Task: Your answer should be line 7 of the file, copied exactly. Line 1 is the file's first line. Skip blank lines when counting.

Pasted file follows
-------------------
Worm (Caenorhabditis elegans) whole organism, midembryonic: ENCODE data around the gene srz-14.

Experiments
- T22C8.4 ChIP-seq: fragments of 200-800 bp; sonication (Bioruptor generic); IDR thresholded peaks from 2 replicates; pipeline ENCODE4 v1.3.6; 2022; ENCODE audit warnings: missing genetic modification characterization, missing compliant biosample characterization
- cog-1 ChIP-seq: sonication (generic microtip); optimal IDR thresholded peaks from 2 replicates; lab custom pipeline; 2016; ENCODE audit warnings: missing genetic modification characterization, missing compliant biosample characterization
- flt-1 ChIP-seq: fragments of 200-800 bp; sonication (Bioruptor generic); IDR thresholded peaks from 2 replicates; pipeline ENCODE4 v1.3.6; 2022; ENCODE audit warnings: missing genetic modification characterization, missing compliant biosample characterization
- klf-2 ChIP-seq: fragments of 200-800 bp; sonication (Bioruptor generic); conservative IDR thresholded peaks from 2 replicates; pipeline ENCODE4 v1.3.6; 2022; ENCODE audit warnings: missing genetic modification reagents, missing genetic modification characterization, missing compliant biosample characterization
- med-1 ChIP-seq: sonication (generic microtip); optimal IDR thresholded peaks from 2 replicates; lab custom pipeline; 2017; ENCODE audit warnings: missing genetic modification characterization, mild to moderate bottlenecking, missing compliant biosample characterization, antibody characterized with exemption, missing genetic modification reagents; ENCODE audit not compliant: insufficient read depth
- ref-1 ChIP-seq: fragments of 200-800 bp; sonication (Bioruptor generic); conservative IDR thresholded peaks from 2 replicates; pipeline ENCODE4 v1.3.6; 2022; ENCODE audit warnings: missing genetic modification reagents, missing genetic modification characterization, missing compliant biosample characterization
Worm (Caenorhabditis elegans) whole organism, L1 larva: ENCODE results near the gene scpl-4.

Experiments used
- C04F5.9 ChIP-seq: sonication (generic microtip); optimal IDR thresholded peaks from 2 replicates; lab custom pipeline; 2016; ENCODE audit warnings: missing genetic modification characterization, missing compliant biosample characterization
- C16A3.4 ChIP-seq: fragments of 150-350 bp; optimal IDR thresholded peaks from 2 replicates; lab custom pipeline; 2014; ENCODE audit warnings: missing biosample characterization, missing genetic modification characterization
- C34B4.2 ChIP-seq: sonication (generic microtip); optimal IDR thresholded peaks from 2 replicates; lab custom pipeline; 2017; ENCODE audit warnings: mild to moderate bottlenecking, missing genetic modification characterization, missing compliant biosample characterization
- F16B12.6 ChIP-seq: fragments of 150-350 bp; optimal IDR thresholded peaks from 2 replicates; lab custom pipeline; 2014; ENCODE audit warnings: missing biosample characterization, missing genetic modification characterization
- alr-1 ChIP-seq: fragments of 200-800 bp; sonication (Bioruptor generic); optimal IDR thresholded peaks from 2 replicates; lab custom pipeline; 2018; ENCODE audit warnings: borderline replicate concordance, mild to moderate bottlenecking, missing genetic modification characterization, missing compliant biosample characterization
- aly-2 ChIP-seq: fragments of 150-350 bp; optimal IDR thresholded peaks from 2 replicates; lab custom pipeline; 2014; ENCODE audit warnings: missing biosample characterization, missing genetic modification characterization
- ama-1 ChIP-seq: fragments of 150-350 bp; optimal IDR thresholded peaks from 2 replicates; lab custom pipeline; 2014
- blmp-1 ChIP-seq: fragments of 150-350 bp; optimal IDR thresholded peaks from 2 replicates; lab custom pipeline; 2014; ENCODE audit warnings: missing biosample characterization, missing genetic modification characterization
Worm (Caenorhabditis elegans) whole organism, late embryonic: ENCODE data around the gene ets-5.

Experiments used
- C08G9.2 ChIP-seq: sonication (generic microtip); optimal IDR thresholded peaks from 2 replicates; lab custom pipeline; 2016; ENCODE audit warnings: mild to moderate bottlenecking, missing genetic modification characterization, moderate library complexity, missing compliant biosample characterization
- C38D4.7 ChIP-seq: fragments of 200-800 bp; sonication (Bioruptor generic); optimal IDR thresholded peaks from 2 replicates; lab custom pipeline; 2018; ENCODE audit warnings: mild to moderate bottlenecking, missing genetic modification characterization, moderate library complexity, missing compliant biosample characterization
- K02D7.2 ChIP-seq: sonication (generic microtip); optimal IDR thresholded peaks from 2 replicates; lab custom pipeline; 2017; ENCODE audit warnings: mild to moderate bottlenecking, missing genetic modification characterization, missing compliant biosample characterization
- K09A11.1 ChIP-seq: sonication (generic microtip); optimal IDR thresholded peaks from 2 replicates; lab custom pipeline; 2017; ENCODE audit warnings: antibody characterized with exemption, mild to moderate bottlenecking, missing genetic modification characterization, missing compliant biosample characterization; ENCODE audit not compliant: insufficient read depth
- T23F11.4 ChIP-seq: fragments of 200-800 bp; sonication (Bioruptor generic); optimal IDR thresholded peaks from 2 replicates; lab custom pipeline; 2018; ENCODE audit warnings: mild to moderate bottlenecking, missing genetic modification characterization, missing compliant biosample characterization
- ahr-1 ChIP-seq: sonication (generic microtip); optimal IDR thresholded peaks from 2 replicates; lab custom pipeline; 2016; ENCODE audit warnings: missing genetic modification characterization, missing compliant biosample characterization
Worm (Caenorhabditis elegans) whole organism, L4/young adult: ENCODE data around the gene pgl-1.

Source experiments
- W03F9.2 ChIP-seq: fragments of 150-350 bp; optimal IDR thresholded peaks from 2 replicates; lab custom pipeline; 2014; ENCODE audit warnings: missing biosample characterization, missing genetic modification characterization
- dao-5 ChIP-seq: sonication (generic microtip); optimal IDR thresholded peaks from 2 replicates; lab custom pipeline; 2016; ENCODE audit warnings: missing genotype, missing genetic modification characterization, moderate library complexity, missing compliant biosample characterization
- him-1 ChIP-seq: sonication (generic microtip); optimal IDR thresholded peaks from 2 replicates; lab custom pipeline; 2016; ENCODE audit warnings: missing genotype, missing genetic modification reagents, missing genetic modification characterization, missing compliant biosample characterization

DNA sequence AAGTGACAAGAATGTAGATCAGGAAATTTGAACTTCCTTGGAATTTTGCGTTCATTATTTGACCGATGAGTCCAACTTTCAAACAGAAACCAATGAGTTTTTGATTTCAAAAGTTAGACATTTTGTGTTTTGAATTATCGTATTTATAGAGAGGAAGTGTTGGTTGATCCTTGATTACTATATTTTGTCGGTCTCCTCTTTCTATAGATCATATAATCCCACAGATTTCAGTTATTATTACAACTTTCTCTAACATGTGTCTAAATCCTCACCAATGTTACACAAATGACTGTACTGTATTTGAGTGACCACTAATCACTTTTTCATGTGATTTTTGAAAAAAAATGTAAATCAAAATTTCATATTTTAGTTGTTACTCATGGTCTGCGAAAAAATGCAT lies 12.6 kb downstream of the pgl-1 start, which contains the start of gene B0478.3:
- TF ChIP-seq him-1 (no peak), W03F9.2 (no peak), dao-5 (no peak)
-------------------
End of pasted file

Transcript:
- med-1 ChIP-seq: sonication (generic microtip); optimal IDR thresholded peaks from 2 replicates; lab custom pipeline; 2017; ENCODE audit warnings: missing genetic modification characterization, mild to moderate bottlenecking, missing compliant biosample characterization, antibody characterized with exemption, missing genetic modification reagents; ENCODE audit not compliant: insufficient read depth